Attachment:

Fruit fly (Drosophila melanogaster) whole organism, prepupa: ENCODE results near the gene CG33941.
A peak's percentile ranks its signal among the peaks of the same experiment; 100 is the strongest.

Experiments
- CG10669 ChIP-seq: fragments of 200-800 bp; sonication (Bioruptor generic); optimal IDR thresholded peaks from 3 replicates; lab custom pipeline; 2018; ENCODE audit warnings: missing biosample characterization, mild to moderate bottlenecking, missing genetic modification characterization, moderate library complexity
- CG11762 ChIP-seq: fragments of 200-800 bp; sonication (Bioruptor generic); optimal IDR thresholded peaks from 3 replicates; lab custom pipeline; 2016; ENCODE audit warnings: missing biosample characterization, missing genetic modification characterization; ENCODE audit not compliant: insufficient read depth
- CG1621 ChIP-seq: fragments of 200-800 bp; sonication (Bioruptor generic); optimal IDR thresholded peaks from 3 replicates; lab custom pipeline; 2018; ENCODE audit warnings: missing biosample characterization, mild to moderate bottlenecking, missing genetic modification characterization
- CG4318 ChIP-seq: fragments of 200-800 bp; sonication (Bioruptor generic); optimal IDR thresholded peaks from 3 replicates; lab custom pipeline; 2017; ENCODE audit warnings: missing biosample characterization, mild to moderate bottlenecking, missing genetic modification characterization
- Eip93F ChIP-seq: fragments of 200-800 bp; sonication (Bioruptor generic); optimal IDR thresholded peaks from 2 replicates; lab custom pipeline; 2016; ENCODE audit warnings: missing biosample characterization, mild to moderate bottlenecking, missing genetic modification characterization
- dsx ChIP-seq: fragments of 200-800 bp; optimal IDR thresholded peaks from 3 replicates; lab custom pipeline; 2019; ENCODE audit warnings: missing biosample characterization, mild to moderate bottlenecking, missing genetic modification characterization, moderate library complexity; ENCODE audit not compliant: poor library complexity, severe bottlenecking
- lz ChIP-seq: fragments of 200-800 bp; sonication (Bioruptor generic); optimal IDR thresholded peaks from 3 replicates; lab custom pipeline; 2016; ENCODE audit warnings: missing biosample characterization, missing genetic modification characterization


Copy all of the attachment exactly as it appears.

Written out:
Fruit fly (Drosophila melanogaster) whole organism, prepupa: ENCODE results near the gene CG33941.
A peak's percentile ranks its signal among the peaks of the same experiment; 100 is the strongest.

Experiments
- CG10669 ChIP-seq: fragments of 200-800 bp; sonication (Bioruptor generic); optimal IDR thresholded peaks from 3 replicates; lab custom pipeline; 2018; ENCODE audit warnings: missing biosample characterization, mild to moderate bottlenecking, missing genetic modification characterization, moderate library complexity
- CG11762 ChIP-seq: fragments of 200-800 bp; sonication (Bioruptor generic); optimal IDR thresholded peaks from 3 replicates; lab custom pipeline; 2016; ENCODE audit warnings: missing biosample characterization, missing genetic modification characterization; ENCODE audit not compliant: insufficient read depth
- CG1621 ChIP-seq: fragments of 200-800 bp; sonication (Bioruptor generic); optimal IDR thresholded peaks from 3 replicates; lab custom pipeline; 2018; ENCODE audit warnings: missing biosample characterization, mild to moderate bottlenecking, missing genetic modification characterization
- CG4318 ChIP-seq: fragments of 200-800 bp; sonication (Bioruptor generic); optimal IDR thresholded peaks from 3 replicates; lab custom pipeline; 2017; ENCODE audit warnings: missing biosample characterization, mild to moderate bottlenecking, missing genetic modification characterization
- Eip93F ChIP-seq: fragments of 200-800 bp; sonication (Bioruptor generic); optimal IDR thresholded peaks from 2 replicates; lab custom pipeline; 2016; ENCODE audit warnings: missing biosample characterization, mild to moderate bottlenecking, missing genetic modification characterization
- dsx ChIP-seq: fragments of 200-800 bp; optimal IDR thresholded peaks from 3 replicates; lab custom pipeline; 2019; ENCODE audit warnings: missing biosample characterization, mild to moderate bottlenecking, missing genetic modification characterization, moderate library complexity; ENCODE audit not compliant: poor library complexity, severe bottlenecking
- lz ChIP-seq: fragments of 200-800 bp; sonication (Bioruptor generic); optimal IDR thresholded peaks from 3 replicates; lab custom pipeline; 2016; ENCODE audit warnings: missing biosample characterization, missing genetic modification characterization